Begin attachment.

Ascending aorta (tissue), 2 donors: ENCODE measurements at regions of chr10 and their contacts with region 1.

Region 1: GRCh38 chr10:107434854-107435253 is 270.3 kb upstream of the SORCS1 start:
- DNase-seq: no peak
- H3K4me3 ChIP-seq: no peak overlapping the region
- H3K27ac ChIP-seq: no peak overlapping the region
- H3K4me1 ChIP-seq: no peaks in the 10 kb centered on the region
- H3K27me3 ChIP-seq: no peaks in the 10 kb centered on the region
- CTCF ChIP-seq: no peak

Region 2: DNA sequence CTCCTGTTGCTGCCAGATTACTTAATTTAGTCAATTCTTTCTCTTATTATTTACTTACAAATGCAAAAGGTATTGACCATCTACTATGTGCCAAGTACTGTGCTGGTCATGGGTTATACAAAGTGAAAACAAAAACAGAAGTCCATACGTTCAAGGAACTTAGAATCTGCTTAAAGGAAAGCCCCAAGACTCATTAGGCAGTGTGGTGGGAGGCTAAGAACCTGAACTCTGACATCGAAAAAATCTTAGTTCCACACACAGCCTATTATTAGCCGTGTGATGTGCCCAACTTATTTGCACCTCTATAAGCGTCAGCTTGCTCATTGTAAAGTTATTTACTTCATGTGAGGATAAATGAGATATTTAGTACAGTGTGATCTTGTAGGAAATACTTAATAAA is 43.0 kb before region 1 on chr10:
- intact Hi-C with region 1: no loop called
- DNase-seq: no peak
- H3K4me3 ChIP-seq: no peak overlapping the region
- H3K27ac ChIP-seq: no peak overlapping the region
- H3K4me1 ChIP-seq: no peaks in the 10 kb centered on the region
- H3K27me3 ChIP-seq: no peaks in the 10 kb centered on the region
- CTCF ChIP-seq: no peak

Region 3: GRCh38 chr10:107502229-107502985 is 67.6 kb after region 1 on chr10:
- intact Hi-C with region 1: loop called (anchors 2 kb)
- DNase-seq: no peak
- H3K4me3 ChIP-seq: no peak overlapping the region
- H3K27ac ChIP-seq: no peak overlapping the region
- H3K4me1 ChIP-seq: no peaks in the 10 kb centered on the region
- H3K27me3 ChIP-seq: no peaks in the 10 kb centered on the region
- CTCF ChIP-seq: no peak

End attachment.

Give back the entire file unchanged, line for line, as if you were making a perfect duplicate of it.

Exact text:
Ascending aorta (tissue), 2 donors: ENCODE measurements at regions of chr10 and their contacts with region 1.

Region 1: GRCh38 chr10:107434854-107435253 is 270.3 kb upstream of the SORCS1 start:
- DNase-seq: no peak
- H3K4me3 ChIP-seq: no peak overlapping the region
- H3K27ac ChIP-seq: no peak overlapping the region
- H3K4me1 ChIP-seq: no peaks in the 10 kb centered on the region
- H3K27me3 ChIP-seq: no peaks in the 10 kb centered on the region
- CTCF ChIP-seq: no peak

Region 2: DNA sequence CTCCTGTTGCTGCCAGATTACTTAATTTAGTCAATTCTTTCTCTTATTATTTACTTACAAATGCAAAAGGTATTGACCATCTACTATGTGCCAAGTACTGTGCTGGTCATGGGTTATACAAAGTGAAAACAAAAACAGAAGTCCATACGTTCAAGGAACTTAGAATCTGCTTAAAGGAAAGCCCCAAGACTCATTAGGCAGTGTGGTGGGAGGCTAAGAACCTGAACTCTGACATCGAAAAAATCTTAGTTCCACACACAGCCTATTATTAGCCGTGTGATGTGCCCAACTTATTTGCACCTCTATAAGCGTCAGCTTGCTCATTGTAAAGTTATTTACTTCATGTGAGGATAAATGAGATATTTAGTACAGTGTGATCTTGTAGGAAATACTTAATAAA is 43.0 kb before region 1 on chr10:
- intact Hi-C with region 1: no loop called
- DNase-seq: no peak
- H3K4me3 ChIP-seq: no peak overlapping the region
- H3K27ac ChIP-seq: no peak overlapping the region
- H3K4me1 ChIP-seq: no peaks in the 10 kb centered on the region
- H3K27me3 ChIP-seq: no peaks in the 10 kb centered on the region
- CTCF ChIP-seq: no peak

Region 3: GRCh38 chr10:107502229-107502985 is 67.6 kb after region 1 on chr10:
- intact Hi-C with region 1: loop called (anchors 2 kb)
- DNase-seq: no peak
- H3K4me3 ChIP-seq: no peak overlapping the region
- H3K27ac ChIP-seq: no peak overlapping the region
- H3K4me1 ChIP-seq: no peaks in the 10 kb centered on the region
- H3K27me3 ChIP-seq: no peaks in the 10 kb centered on the region
- CTCF ChIP-seq: no peak